Preparing for deadlock among company’s main shareholders
SG writes: I am the director and company secretary of a small firm and own 50% of its shares. The other 50% shareholder is also a director but has not taken much interest in the company during the nine years we have owned it. His work is frequently of a low standard and he tends to attract complaints. He seems happy to get regular income from the company, but is unwilling to talk about how we could develop it, or even to talk about routine decisions. What should I do? Can I sack him as director? How can I become the sole owner?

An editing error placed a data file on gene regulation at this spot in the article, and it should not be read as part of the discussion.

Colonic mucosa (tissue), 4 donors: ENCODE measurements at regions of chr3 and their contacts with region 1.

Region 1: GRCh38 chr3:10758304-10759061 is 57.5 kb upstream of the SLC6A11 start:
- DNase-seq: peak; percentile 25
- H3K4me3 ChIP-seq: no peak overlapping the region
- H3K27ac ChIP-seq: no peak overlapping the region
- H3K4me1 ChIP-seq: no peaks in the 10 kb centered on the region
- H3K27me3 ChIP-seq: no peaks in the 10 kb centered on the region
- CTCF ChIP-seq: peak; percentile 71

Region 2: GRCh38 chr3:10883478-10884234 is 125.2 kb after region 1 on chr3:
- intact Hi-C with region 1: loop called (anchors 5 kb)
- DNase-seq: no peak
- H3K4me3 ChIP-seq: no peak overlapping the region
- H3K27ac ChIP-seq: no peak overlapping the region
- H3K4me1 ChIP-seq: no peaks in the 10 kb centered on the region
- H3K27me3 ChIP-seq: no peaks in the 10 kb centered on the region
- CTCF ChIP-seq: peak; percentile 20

What you have here is a “deadlocked” company, which often happens when two equal owners fail to agree, writes Chris Lane, a partner at Kingston Smith. The best way to avoid ever getting to this point is to write a shareholders’ agreement at the start of your business relationship, which sets out what will happen should a dispute arise or should one of the shareholders wish to sell his shares. But it sounds as though you do not have such an agreement and it is a little late to write one now. I suggest you have a look at the company’s articles of association because they may say something that will help your position. Don’t raise your hopes too much, though, because most companies have standard articles, which are unlikely to mention a dispute such as this one. A company director can be removed from office by the holders of the majority of the shares. But in your case both of you own enough shares to block the other, so you will not be able to vote him out of a job. Your only option is to try to persuade him to sell his shares to you, or to buy your shares off you. His or your resignation as company director could be written in as part of the deal. If you cannot agree a price for the shares, your only other option is to threaten to wind up the company and liquidate its assets. Any shareholder can apply to the court to have a company would up (as long as they can argue that it is reasonable to do so) and courts have been known to grant the winding-up order when the company’s management is in deadlock. This would be expensive and disruptive, though, so use it only as a last resort.